Your design should be around how you want to query. If you are only querying by user, then having a user as part of the row key makes sense. To manage row size, you should think of a row as being a bucket of time. Cassandra supports a l
arge (but not without bounds) row size. To manage row size you might say that this row is for user fred for the month of april, or if that's too much perhaps the row is for user fred for the day 4/18/12. To do this you can use composite keys to hold both pieces of information in the key. (user, bucketpos)
The nice thing is that once the time period ha s come and gone, that row is complete, and you can perform background jobs against that row and store summary information for that time period.
----- Original Message --
"Trevor Francis" <firstname.lastname@example.org
Wed, April 18, 2012 15:48Subject:
Re: Column Family per User
Of course, I am new to the Cassandra world, so it is taking some getting used to understand how everything translates into my MYSQL head.
We are building an enterprise application that will ingest log inf ormation and provide metrics and trending based upon the data contained in the logs. The application is transactional in nature such that a record will be written to a log and our system will need to query that record and assign two values to it in addition to using the information to develop trending metrics.&n
The logs are being fed into cassandra by Flume.
Each of our users will be assigned their own piece of hardware that generates these log events, some of which can peak at up to 2500 transactions per second for a couple of hours. The log entries are around 150-bytes each and contain around 20 different pieces of information. Neither us, nor our users are interested in generating any queries across the entire database. Users are only concerned with the data that their particular piece of hardware generates.
Should I just setup a single column family with 20 columns, the first of which bei ng the row key and make the row key the username of that user?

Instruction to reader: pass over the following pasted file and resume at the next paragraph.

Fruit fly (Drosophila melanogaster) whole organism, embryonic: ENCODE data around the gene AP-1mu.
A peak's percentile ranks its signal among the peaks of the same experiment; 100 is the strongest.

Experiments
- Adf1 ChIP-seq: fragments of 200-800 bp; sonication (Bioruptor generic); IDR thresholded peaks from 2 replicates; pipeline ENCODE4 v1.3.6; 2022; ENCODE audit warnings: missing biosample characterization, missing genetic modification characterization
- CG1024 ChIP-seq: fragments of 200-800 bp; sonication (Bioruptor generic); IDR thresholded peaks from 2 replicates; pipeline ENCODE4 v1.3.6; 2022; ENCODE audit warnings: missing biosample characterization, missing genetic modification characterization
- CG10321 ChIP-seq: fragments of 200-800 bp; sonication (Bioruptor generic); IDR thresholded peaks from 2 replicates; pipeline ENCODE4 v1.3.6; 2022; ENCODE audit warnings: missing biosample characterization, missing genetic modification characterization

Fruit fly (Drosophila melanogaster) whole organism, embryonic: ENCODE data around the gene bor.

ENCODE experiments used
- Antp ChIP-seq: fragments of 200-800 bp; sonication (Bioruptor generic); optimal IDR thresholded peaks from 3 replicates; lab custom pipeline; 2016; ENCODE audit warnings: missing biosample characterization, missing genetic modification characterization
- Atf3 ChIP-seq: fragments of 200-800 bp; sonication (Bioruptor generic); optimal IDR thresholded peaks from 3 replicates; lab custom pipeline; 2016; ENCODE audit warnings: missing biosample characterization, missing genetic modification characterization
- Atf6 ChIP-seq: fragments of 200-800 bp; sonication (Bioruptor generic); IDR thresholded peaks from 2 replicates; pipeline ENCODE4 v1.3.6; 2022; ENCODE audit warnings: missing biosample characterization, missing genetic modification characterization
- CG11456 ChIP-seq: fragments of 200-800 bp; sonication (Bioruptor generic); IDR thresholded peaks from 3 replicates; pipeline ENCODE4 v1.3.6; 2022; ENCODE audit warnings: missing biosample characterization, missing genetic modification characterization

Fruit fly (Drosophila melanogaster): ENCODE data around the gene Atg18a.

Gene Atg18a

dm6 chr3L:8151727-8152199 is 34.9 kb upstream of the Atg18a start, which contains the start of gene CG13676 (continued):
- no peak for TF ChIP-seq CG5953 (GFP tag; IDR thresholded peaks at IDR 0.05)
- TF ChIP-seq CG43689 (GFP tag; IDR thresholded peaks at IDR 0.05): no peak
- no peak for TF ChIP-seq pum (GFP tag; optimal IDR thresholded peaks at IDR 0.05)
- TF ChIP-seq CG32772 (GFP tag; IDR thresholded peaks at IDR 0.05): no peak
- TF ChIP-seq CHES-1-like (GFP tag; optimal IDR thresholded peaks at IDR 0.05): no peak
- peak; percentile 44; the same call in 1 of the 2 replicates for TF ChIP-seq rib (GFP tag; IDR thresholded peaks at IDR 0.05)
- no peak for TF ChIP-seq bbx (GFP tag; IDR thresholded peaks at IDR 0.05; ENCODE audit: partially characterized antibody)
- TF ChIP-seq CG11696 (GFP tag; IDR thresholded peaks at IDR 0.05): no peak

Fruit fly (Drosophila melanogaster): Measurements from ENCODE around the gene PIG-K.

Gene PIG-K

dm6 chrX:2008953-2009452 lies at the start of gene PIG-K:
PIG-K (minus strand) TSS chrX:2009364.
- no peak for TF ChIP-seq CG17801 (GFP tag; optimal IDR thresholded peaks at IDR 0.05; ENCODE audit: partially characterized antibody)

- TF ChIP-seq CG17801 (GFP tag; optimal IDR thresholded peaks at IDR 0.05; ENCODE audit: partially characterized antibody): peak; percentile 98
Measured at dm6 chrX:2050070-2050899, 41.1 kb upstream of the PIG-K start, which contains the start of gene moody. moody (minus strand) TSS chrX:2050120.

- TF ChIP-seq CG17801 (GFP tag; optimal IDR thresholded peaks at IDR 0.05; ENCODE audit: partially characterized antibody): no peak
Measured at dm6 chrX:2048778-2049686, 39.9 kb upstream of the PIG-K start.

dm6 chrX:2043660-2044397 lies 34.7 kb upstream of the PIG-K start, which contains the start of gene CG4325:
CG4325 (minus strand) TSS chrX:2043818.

We would also need probably 2 more columns to store Value A and Value B assigned to that particular record.
Our metrics will be be something like this: For this particular user, during this part
icul ar timeframe, what is the average of field "X?" And then store that value, which we can generate historical trending over the course a week. We will do this every 15 minutes.
Any suggestions on where I should head to start my journey into Cassandra for my particular application?
On Apr 18, 2012, at 2:14 PM, Janne Jalkanen wrote:
Each CF takes a fair chunk of memory regardless of how much data it has, so this is probably not a good idea, if you have lots of users. Also using a single CF means that compression is likely to work better (more redundant data).
However, Cassandra distributes the load across different nodes based on the row key, and the writes scale roughly linearly according to the number of nodes. So if you can make sure that no single row gets overly burdened by writes (50 million writes/day to a single row would always go to the same nodes - this is in the order of 600 writes/second/node, which shouldn't really pose a problem, IMHO). The main problem is that if a single row gets lots of columns it'll start to slow down at some point, and your row caches become less useful, as they cache the entire row.
Keep your rows suitably sized and you should
be fine. To partition the data, you can either distribute it to a few CFs based on use or use some other distribution method (like "user:1234:00" where the "00" is the hour-of-the-day.
On Apr 18, 2012, at 21:20 , Trevor Francis wrote:
Our application has users that can write in upwards of 50 million records per day. However, they all write the same format of records (20 fields.columns). Should I put e
ac h user in their own column family, even though the column family schema will be the same per user?
Would this help with dimensioning, if each user is querying their keyspace and only their keyspace?